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JPebTnary 2i 1895
P.ecord and Guideâ€ž
ESTABUSHED-^ tfJWpH eW^ 1S68.
Dev&teS) to Re\L Estate . BuiLDitJb Af^cif iTEerui^ .KouseHoid Dztxss^noit,
BUsk/ess aiJd Themes ofGEriER^L lifTER,E&T.
PRICE, PER YEAR IN ADVANCE, SIX DOLLARS.
Published every Saturday.
THLBPHONB, ----.. COBTtANBT 1370
OommunioationB ahould he addressed to
C. W. SWEET, 14-16 Veeey Street.
J. 2. LINDSEY. Buainesa Manager.
BKOOKXT[r Office, 276-282 Washington Street,
Opp. Post Office.
"Entered at the Poal-offtce at Nmo Tork, If. Y., as seeondrclass matter.'^
FEBRUARY 2, 1895.
For additional Brooklyn matter, see Brooklyn Department immediately
following New Jersey records (page 187 .
ARRAN&EMEKTS have undoubtedly been made to afford
some relief to the Treasury iu supplying it with gold.
These it is hoped -will tide it over the time until the new ConÂ¬
gress can be called together and aet. The country has to pay a
liigh price for this convenience, and the situation at the same
time is not made wholly satisfactory. Congress is a very uncerÂ¬
tain factor, and the nervousness of security holders will not
wholly disappear until our currency methods are refoiined.
Moreover, while busiuess is continually improving, it is not at
such a rate as to justify any large rise in the prices of securities.
Manufacturers all over the country are gradually increasing
their working forces and thereby increasing the buying power
of the working classes upon which, after all said and done, tbe
prosperity of the country depends. There is room for believing
that, if the relief the Treasury has obtaiued is substantial,
â– and especially if it takes the lorui of biinging gold
from abi oad in a way that it cannot go back again
by an early steamer, prices geuerally have not disÂ¬
counted the improvement in the situation that that wiU
loccasion. But other considerations will weigh heavily in special
â– cases. Eor instance, it is hard to see how the Grangers can go
back to figures prevailing a year ago until there are good indiÂ¬
cations that the results of the harvest of 1895 wiU be better than
they were last year. General Electric is obviously iu a bad way,
presumably because developments will compel a readju-stmeut
of the capital account lessening the offsetting assets. It is not
likely either that the company is doing any better than other
manufacturing companies. The anthracite coal companies are
still iu a state of indecision in respect to an agi'eement to restrict
production and to maintain prices. What this means was shown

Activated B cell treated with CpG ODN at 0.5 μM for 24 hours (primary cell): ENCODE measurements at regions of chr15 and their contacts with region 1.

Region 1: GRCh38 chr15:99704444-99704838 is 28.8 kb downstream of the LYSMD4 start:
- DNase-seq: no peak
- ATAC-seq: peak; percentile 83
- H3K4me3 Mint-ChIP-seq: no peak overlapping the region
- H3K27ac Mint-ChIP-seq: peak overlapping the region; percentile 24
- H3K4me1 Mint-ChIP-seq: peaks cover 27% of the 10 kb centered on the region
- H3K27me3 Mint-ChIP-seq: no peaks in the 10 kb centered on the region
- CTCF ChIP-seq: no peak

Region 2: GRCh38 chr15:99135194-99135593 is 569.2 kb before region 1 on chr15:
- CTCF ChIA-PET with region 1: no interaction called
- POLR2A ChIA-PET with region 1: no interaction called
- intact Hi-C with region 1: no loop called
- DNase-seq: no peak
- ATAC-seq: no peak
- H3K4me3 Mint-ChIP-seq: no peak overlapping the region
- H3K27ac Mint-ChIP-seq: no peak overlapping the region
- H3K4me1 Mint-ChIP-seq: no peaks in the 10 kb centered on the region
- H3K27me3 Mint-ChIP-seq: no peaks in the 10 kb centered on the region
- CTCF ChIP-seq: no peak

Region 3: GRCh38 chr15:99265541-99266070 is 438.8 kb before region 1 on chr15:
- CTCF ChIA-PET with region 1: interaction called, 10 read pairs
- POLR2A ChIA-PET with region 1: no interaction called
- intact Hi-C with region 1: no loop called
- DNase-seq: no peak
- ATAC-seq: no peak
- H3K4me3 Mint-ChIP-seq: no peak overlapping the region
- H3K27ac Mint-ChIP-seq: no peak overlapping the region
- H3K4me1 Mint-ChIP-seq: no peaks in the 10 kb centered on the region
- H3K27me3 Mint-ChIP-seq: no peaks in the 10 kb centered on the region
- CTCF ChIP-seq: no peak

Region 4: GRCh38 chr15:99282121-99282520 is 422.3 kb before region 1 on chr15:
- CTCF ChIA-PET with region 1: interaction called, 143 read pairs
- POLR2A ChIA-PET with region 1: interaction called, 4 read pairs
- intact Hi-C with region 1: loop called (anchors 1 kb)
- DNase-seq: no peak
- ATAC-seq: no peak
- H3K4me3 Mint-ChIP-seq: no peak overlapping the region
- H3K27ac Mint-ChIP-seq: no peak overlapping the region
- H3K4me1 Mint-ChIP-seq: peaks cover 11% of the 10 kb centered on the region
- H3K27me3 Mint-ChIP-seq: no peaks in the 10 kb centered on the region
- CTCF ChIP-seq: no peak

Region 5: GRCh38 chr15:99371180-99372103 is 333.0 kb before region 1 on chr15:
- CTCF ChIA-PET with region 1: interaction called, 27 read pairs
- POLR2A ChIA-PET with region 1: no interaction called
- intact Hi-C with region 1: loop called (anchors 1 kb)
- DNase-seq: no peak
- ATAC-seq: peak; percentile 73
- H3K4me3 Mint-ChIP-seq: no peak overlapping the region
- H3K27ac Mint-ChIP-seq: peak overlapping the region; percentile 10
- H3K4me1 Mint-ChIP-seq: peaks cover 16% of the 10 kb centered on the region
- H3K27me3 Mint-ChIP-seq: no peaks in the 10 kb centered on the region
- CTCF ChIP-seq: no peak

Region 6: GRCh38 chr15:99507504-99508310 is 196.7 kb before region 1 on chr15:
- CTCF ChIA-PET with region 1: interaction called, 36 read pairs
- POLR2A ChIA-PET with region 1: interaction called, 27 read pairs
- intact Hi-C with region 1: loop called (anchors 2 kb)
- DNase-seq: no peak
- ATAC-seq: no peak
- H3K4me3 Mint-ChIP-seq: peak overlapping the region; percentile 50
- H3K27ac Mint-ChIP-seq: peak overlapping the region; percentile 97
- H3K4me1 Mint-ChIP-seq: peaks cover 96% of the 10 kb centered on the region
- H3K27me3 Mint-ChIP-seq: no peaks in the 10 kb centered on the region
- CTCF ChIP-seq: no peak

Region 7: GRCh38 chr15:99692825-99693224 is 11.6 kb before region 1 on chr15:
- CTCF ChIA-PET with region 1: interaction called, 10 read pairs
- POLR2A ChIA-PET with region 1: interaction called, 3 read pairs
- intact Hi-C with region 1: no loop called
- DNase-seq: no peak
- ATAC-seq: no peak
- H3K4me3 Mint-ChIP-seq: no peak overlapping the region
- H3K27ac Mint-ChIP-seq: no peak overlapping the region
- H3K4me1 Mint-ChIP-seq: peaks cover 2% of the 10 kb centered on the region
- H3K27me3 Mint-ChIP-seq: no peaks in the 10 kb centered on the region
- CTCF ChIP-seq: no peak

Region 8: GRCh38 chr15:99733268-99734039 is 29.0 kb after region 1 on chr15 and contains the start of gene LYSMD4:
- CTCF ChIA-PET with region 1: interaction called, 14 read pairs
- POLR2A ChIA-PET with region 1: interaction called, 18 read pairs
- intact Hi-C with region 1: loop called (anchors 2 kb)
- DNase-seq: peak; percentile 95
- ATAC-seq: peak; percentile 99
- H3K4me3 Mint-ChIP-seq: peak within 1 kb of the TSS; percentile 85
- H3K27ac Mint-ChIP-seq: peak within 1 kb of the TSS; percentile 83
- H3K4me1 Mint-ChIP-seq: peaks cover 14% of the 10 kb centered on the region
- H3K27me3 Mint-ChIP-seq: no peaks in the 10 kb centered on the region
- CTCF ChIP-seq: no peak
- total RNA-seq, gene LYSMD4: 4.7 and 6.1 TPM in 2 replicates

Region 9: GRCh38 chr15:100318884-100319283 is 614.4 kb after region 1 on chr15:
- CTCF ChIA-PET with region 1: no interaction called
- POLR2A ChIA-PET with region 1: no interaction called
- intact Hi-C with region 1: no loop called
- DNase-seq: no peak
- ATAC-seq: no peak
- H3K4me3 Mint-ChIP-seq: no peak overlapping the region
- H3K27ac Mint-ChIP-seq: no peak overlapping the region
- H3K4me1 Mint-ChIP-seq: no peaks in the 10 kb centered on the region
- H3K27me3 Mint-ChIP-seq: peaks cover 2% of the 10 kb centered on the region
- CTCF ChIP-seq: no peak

by the reports for 1894, issued by Lackawanna and Delaware &
Hudson, both of which showed large losses in net earnings.
Unless an agreement is soon arranged there will be a drop in
the prices of coal stocks, because it is hardly possible that all tbe
companies will be satisfied with present conditions for long and
some may force the fighting to secure a better position when the
inevitable readjustment of the percentages of output does come.
IT is a singular thing, but a fact, that the several countries of
Europe have become apathetic on the subject of politics.
The thrill which a great change generally imparts to a whole
nation now seems to spend its force in the parliamentary chamÂ¬
bers. This was seen when Prince Hohenloe supplanted Gen.
Caprivi and M. Paure succeeded M. Casimir-Perier and ouly
raised the public pulse of eifier Germany or France slightly and
momentarily. The Giolotti scandal in Haly creates no great
public excitement. England seems inclined to cast herself on
the bosom of the Conservative party as she always does when
inclined to take a political nap, and the best finance minister HunÂ¬
gary ever had gave his portfolio into untried hands without disÂ¬
turbing values in the least. Probably tbe universal necessity
for looking after individual andjprivate concerns occasions the
collective indifference to public ones. Then, too, the collective
thinking capacity is limited. It likes a few things at a time to
occupy it, and just now the prices of iron and corn and other
typical goods have the call ou the public faculties to the excluÂ¬
sion of politics. Recently, Consols and other Government securÂ¬
ities have shown signs of giving way from the abnormal quotaÂ¬
tions to which they have reached, but there are no fresh signs
of a demand which will reduce the enormous lioldings of money
not only in Europe but even iu India and other remote places,
and the fact that we do not see rates for mouey advancing ou a
legitimate demand proves that there is no improvement in tbe
business situation. If trade does not go backward its forward
movement is not of the moat encouraging nature. The returns
of the foreign trade of Great Britain in 1894 illustrate this. In
imports the quantity received was 9 per cent greater and the
declared values 8 per ceut lower than in 1893 j the imports
of raw material for manufacture and manufactured articles fell
off in quantity 3 per ceut and iu price 2 per cent. The labor